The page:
WARNINGIt is unsafe to use a two-prong to three-prong "cheater" plug on the subwoofer power cord to solve the hum problem. Even if the subwoofer came with a cheater plug in the box, it's REALLY not safe to do. Don't do it.

Sep 01, 2013 | Denon Audio & Video Receivers

2 Answers

I have a Boston Acoustics VR-500 Subwoofer with a problem. As soon as anything is plugged into the line level RCA jacks, the subwoofer produces a loud buzz/hum. I have tried connecting it to the subwoofer...

I'm thinking you have an open shield ground on the RCA input side. Connecting speaker inputs possibly restores the ground. Try connecting the high level inputs then disconnect the remote end of the cables (floating the grounds).

Then get out an ohmmeter and find that open circuitor or bad solder joint between RCA ground and real ground in the speaker's amplifier. Or.... if speaker ground kills the hum and you want to use RCA Line Level input to the sub, just connect one minus speaker output on your source amp to one minus on the sub's amp.

Mar 01, 2011 | Audio & Video Receivers

1 Answer

Subwoofer not working.... JVC surround sound system 778V Subwoofer Part Number SP-PW37-SUB I hear a hum coming from unit so there's power going to it. I hear weak bass thumps with volume turned all the way...

A connectivity check could provide the solution, notice any wrong wire connections on device or any other devices requiring interconnection. The woofer would perform properly when the connections that provide current for woofing are approapiate

important notes
1. Trace the connection from Recorder or sound output to the woofer device
2. The wiring connections should be sound and video ouput into sound and video output into woofer.
3. The connections if any problems would be located at the stereo recorder or device producing the spund and video. Check the connections of wires on the recorder device ensuring rewiriing
4. finally, adjust the equalisers if any the buttoms could have been disbled by master switch hindering full blaster boost sound.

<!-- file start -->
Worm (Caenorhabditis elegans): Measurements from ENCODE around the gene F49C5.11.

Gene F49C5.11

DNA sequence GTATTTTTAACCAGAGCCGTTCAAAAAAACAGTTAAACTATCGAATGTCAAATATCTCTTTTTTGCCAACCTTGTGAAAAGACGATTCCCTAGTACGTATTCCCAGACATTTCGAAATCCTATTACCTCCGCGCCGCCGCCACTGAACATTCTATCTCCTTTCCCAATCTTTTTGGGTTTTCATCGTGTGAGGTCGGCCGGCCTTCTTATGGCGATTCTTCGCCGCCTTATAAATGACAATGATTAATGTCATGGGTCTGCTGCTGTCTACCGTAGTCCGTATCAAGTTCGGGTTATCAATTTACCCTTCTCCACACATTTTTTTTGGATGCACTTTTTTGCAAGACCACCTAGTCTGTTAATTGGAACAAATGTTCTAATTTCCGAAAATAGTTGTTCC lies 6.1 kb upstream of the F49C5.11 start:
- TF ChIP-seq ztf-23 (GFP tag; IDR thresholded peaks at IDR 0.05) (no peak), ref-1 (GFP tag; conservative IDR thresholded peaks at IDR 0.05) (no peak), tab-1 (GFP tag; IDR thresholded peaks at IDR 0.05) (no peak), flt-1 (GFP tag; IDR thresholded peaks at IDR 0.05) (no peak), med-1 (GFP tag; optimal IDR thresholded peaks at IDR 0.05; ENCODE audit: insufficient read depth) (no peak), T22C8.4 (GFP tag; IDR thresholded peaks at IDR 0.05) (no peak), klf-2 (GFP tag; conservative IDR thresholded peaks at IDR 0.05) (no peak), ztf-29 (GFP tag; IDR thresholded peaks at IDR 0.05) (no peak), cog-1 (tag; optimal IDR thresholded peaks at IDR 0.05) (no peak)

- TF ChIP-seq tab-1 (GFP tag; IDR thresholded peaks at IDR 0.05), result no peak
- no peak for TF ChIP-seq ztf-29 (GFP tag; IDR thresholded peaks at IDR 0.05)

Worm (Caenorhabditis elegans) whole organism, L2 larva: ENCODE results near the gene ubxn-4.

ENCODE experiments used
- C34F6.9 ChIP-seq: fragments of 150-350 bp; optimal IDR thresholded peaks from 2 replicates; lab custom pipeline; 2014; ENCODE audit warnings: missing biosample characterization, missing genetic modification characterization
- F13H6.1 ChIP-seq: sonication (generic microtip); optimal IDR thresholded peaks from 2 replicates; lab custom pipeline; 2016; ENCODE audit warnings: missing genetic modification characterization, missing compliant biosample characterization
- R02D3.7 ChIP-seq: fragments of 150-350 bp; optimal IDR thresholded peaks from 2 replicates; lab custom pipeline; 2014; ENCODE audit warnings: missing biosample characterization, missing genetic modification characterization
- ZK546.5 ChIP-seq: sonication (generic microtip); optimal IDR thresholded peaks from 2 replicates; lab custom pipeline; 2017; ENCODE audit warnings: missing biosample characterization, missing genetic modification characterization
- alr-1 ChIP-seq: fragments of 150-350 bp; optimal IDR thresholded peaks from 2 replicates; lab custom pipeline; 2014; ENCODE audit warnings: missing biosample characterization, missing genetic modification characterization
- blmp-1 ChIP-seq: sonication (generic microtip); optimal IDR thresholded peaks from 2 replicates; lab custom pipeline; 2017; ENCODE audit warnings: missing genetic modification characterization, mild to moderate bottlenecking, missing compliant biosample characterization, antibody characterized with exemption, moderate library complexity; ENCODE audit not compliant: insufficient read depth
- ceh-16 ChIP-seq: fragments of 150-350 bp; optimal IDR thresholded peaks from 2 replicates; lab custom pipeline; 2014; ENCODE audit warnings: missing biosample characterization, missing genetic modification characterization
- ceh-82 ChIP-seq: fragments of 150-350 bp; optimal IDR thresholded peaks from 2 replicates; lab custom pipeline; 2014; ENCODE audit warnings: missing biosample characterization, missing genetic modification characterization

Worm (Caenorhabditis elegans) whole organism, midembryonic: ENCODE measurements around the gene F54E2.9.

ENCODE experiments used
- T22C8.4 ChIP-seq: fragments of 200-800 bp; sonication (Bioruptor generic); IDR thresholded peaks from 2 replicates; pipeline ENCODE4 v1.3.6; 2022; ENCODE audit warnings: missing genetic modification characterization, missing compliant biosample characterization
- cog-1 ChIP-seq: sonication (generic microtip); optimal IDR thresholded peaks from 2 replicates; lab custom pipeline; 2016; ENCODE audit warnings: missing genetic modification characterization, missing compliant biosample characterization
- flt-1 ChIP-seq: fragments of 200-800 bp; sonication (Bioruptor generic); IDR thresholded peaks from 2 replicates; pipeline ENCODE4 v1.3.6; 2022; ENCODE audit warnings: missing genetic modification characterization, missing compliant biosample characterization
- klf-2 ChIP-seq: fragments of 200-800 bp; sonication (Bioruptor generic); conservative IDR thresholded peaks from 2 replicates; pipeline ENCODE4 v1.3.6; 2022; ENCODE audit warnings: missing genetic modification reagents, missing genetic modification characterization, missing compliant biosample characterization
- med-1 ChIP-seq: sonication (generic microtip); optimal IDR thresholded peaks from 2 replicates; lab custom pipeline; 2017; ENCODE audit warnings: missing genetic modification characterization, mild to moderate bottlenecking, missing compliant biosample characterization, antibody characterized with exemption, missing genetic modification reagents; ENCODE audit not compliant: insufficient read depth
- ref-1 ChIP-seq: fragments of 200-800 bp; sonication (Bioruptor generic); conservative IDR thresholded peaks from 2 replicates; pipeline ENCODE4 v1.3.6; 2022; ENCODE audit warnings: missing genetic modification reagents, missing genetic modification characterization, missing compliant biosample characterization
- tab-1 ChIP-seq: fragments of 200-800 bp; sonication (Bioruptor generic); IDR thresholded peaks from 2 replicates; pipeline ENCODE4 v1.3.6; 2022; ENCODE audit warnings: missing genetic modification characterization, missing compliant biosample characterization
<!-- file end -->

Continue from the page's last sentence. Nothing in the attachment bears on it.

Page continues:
Dec 05, 2010 | JVC RX-778V

1 Answer

There is no sound coming out of the subwoofer

I assume it's an active subwoofer, since it hums. Did you activate sub in the receiver menu? Did you turn up the volume on the sub?

Jul 08, 2010 | Yamaha HTR-5840 Receiver

1 Answer

Subwoofer hum from STR-DH800

That points pretty much to a bad shield on the cable. Have you tried another one? Another thing to try is to rotate the AC power cord on the sub (if it has one). Sorry, too lazy to look it up.

Dec 29, 2009 | Sony STR-DH800

2 Answers

Kube 2 subwoofer hum

The Kube Sub-woofer is earthed via its 3 pin plug. The Onkyo and other components I have in my system are not (they are double insulated). During normal operation, a difference in electrical potential can exist between these components in the system. I found that this potential was finding a path to earth via the audio cable and on through the subwoofer's earth. The path was via the earth portion of the audio cable and so gave the hum irrespective of volume levels set either on the Onkyo or the sub.

The fix is to ground the Onkyo to the sub. I used a length of electrical cable between a panel mounting screw on the back of the sub and a screw on the casing at the rear of the Onkyo. Try it out with a piece of cable manually touching screws with the bare ends of the cable until you find ones that give continuity( the hum will go immediately). I then crimped a small fork end electrical fitting onto each end of the cable which can be slid under the slighly loosened screw head and resecured. All I hear now is the fan on the Blu-Ray player!

Jan 31, 2009 | Onkyo TX-SR606 Receiver

4 Answers

No sound from Sub Pre-out on Onkyo TX-SR606

Also, it could possibly the preout terminal itself that is not working. One way to prove that is by transferring the subwoofer cable from the preout and temporarily transfer it to the tape out section. If it ouputs sound from there, then that means the speaker and the cables are working fine and it's just the preout terminal itself that is not picking up anything. ^_^

Dec 16, 2008 | Onkyo TX-SR606 Receiver

1 Answer

No subwoofer output

1. Try twisting the RCA plugs from CD player and see if they are not connecting right.
2. Replace the cable from the Cd player to the receiver
3. Try a different input
4. Try a different CD player

See if any of those solve your issue. Replacing the cable worked for me one time

Aug 30, 2008 | Yamaha RX-V995 Receiver

2 Answers

Thumping Subwoofer

Ive seen this problem in alot of audio setups in vehicles but most peeps dont know this is not a good thing and will cause damage to your woofers or amp. 99% of the time it turns out to be as you said that bad boy muting circuit. alot of these curcuits do use separate transitors or diodes as mute switches but most of them are directly from the Microproccessor. Only way to trouble shoot this is with a schematic and a good car stereo tech. Good luck

May 25, 2006 | Yamaha RX-V2200 Receiver

1 Answer

Connecting subwoofer to receiver.

have u checked that the sub option on the reciver is on?

Jan 06, 2006 | Kenwood 107VR